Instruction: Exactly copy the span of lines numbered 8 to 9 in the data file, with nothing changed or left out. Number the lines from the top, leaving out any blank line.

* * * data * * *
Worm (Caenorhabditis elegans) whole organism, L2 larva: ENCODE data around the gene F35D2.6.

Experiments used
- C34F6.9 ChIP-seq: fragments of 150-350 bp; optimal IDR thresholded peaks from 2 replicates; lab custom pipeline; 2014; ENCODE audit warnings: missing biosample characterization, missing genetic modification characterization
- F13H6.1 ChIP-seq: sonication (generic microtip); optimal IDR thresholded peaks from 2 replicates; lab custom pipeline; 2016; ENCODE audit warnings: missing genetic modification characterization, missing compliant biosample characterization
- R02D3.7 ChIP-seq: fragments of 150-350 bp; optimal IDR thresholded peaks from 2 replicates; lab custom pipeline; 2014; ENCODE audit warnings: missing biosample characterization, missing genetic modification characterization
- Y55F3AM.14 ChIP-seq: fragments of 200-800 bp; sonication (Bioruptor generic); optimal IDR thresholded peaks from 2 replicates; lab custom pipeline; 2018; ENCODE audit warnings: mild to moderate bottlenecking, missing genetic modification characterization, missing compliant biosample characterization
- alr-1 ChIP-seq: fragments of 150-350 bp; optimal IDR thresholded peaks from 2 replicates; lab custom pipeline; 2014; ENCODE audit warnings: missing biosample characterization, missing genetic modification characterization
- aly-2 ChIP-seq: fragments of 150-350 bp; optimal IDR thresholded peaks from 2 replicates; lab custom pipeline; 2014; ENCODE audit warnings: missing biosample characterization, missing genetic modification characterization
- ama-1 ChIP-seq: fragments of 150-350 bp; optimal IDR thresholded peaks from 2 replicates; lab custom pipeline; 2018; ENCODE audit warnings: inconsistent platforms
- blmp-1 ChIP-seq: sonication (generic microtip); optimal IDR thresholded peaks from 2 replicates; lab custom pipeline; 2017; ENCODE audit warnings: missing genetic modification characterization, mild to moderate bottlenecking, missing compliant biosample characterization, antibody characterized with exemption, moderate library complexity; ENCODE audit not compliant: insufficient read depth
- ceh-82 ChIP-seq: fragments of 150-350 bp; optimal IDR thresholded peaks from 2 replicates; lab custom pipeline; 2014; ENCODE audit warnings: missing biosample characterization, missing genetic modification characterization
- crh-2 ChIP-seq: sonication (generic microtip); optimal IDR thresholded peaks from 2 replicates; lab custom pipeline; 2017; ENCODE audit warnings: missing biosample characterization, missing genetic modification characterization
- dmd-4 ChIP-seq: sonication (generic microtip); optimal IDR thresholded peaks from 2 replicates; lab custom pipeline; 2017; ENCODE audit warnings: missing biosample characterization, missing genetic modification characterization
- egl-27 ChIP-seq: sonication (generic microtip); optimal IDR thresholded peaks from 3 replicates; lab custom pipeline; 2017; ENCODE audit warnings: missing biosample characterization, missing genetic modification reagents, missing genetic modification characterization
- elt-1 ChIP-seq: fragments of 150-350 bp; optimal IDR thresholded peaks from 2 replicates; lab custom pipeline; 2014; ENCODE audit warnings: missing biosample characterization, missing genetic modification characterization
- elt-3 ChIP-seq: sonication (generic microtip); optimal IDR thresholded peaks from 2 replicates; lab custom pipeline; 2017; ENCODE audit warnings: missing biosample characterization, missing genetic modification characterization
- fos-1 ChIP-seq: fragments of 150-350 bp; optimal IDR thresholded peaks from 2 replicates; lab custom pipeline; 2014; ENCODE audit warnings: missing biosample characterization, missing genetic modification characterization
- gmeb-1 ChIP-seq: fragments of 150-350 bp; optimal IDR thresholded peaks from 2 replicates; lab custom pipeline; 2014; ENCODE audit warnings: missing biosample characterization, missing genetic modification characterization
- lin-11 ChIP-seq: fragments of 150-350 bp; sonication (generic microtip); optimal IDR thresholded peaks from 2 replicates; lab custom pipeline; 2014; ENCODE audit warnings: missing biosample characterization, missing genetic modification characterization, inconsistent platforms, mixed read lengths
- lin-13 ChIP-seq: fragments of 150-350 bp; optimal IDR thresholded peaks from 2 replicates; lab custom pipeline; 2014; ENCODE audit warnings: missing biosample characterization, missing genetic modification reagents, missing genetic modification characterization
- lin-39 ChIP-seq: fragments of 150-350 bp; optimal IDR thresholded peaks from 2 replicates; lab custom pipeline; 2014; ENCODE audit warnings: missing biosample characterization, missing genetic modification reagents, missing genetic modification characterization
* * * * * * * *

- aly-2 ChIP-seq: fragments of 150-350 bp; optimal IDR thresholded peaks from 2 replicates; lab custom pipeline; 2014; ENCODE audit warnings: missing biosample characterization, missing genetic modification characterization
- ama-1 ChIP-seq: fragments of 150-350 bp; optimal IDR thresholded peaks from 2 replicates; lab custom pipeline; 2018; ENCODE audit warnings: inconsistent platforms